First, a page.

4. New Parties and their Electorate
The electoral success of new political parties in the party systems of the European Member states continues. Those new parties managed to mobilize both non-voters and the electorate of established parties. The Panel will examine the various aspects of electoral behavior and new parties and also the reactions of the older parties to these challenges. It will address questions such as: Who votes for these new parties? How can we explain various levels of electoral support of new parties in different elections and countries? Do young voters tend to support new parties more than older voters? How do the old parties react to the shift of the electorate: do they continue their old routines or try to imitate their infant competitors?

5. New Parties in the ‘Digital Era’
The new European parties of the 2010s where born in a ‘digital era’ – but are they all ‘digital natives’? The Section aims at Panels concerning the role of digital media practices on political parties, digital innovations within new parties (vs. old parties), with regard to its membership, to decision making processes, internal democracy and campaigning. Are new parties genuinely different in this respect from older ones? How do they organize (digital) mobilization? How active are they online and how popular are they in comparison to older parties? Does the online world reflect the offline world or does it supply an opportunity for new parties to make a breakthrough?

6. New Parties’ in the Europarties
The emergence – especially of new right-wing parties – affect the composition of the Europarties as well as their organization and decision-making processes. (How) do the Europarty-families react on the new parties? (How) do internal party decision-making processes change?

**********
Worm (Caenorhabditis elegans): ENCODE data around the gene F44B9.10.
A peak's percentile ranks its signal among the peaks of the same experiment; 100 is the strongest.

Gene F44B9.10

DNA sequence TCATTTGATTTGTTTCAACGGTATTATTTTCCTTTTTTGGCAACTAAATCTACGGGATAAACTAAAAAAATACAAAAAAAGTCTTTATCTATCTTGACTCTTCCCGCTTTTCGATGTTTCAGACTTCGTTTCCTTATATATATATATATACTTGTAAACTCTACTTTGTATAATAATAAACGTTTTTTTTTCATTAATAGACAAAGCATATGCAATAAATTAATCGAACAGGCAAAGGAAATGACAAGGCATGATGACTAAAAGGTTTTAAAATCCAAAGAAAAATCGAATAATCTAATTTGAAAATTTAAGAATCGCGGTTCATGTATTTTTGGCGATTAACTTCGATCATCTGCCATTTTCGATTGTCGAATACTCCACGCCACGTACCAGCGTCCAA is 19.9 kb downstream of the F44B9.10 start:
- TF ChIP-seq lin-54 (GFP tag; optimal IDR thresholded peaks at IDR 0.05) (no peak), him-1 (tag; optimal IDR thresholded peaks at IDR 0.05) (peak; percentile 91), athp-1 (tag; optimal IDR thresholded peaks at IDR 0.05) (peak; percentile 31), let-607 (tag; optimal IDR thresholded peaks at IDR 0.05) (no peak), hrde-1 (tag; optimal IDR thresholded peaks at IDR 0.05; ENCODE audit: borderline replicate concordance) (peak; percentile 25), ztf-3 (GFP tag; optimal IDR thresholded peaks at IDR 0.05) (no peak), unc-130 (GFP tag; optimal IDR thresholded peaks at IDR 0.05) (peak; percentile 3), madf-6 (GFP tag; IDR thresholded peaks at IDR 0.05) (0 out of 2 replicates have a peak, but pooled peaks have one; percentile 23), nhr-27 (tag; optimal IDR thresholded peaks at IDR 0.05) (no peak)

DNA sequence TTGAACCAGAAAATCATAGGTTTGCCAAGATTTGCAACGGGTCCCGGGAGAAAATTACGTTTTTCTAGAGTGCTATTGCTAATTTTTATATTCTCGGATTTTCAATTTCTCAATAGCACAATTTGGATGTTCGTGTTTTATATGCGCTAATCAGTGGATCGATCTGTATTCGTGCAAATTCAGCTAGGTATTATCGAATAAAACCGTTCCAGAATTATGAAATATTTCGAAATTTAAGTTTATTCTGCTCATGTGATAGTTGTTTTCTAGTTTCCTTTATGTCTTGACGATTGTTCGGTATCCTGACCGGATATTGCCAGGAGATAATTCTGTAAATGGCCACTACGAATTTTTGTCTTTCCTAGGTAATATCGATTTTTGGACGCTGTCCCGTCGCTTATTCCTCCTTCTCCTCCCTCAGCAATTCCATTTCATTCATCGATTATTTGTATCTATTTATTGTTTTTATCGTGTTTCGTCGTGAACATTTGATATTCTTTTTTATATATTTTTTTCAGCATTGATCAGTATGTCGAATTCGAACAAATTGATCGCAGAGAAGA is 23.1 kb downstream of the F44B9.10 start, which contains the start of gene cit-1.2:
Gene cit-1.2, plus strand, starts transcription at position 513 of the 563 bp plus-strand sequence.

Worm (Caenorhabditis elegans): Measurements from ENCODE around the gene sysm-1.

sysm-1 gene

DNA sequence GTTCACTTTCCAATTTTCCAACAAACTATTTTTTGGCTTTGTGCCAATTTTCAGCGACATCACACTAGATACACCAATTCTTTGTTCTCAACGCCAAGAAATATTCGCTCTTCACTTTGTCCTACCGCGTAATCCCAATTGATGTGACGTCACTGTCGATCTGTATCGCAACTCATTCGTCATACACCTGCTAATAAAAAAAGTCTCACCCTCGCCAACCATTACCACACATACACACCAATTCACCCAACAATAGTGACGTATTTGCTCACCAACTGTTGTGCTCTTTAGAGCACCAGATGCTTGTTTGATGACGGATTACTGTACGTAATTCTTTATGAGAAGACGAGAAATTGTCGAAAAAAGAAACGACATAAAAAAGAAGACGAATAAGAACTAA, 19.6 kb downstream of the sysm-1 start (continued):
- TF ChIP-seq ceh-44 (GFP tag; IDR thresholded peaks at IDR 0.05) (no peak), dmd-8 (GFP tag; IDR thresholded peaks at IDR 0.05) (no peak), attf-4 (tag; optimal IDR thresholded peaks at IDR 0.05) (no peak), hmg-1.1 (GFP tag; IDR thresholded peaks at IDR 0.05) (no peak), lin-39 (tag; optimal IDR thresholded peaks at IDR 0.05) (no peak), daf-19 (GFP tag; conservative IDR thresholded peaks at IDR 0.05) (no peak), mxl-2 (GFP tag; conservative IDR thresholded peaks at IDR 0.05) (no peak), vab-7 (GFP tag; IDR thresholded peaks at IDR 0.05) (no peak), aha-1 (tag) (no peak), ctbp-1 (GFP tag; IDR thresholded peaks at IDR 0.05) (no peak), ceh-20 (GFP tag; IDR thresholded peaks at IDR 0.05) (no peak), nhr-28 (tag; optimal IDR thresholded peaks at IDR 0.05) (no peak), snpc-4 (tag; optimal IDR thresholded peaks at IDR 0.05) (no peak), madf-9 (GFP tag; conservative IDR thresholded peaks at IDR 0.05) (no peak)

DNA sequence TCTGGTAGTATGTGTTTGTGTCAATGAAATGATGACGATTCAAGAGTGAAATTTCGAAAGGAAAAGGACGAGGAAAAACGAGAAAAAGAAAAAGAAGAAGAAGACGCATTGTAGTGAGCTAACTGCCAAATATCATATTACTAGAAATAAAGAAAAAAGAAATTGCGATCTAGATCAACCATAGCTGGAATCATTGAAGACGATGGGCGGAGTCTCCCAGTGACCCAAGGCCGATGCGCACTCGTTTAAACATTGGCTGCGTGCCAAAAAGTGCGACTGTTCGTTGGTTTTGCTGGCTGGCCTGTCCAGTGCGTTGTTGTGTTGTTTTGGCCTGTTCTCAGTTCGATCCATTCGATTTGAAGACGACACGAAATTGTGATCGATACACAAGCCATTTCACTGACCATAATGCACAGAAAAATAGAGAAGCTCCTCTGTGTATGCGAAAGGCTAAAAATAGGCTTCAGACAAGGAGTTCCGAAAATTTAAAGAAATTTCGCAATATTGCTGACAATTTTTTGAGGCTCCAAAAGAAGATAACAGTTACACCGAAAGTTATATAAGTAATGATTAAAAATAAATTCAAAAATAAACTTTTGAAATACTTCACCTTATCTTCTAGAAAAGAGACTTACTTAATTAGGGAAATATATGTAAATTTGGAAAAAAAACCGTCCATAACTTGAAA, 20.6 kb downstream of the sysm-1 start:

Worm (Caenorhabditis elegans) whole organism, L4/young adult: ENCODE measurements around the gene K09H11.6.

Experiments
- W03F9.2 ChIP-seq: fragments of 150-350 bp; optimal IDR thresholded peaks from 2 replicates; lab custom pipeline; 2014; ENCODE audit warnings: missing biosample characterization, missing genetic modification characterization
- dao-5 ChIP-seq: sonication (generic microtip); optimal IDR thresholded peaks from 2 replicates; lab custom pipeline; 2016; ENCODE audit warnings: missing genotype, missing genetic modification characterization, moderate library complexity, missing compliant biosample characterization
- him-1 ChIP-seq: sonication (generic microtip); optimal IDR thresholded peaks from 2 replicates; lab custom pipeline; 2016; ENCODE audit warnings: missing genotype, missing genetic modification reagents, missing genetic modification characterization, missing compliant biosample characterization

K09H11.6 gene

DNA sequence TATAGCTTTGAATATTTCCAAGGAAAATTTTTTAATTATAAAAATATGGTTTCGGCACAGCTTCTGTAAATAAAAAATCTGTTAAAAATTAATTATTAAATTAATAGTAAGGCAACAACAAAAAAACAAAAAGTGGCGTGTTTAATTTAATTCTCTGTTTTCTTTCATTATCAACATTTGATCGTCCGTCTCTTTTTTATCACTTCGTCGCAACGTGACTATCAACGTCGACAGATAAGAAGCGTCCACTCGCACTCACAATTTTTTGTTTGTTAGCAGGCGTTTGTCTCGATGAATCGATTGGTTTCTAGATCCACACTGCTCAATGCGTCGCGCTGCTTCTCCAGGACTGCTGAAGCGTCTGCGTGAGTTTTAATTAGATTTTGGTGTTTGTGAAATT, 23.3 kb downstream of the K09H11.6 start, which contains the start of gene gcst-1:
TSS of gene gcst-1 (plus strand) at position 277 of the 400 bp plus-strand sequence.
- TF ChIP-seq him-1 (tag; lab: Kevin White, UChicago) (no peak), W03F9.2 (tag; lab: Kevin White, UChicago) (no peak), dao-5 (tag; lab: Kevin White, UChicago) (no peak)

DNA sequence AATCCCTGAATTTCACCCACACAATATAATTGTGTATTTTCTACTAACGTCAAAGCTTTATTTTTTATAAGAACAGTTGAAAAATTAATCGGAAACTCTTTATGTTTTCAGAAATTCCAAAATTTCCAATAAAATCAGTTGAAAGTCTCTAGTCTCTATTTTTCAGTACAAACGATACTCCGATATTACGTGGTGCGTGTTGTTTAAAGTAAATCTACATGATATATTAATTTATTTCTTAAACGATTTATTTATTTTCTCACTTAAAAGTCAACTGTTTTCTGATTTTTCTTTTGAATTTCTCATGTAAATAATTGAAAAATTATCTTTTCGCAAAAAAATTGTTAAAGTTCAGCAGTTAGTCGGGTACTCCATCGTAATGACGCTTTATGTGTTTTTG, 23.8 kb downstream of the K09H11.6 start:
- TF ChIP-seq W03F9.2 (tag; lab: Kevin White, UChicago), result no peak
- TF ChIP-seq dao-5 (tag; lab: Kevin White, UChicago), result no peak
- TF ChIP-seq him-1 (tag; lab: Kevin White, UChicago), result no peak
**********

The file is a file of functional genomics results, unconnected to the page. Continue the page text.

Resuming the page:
Our Section will feature both theoretical and empirical contributions, which are focusing on the phenomenon of new political parties in Europe. We welcome different approaches and methodologies, including conceptual, comparative and case study analyses as well as the employment of both qualitative and quantitative methods.


Gideon Rahat, Associate Professor, Department of Political Science, Hebrew University of Jerusalem. His research fields are comparative politics and Israeli politics. His interests include political parties, electoral reform, the personalization of politics and candidate selection methods. He currently submitted a book manuscript (with Ofer Kenig) on party change and political personalization that will be published by Oxford University Press.

Kristina Weissenbach, postdoctoral research fellow, Institute for Political Science, University of Duisburg-Essen. Her research interests include party institutionalization in young and established democracies, political party assistance, political communication. Currently she is conducting a comparative research project on “New parties in Europe”.

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"Aristocracies … may preserve themselves longest, but only democracies, which refresh their ruling class, can expand" - Hugh Trevor-Roper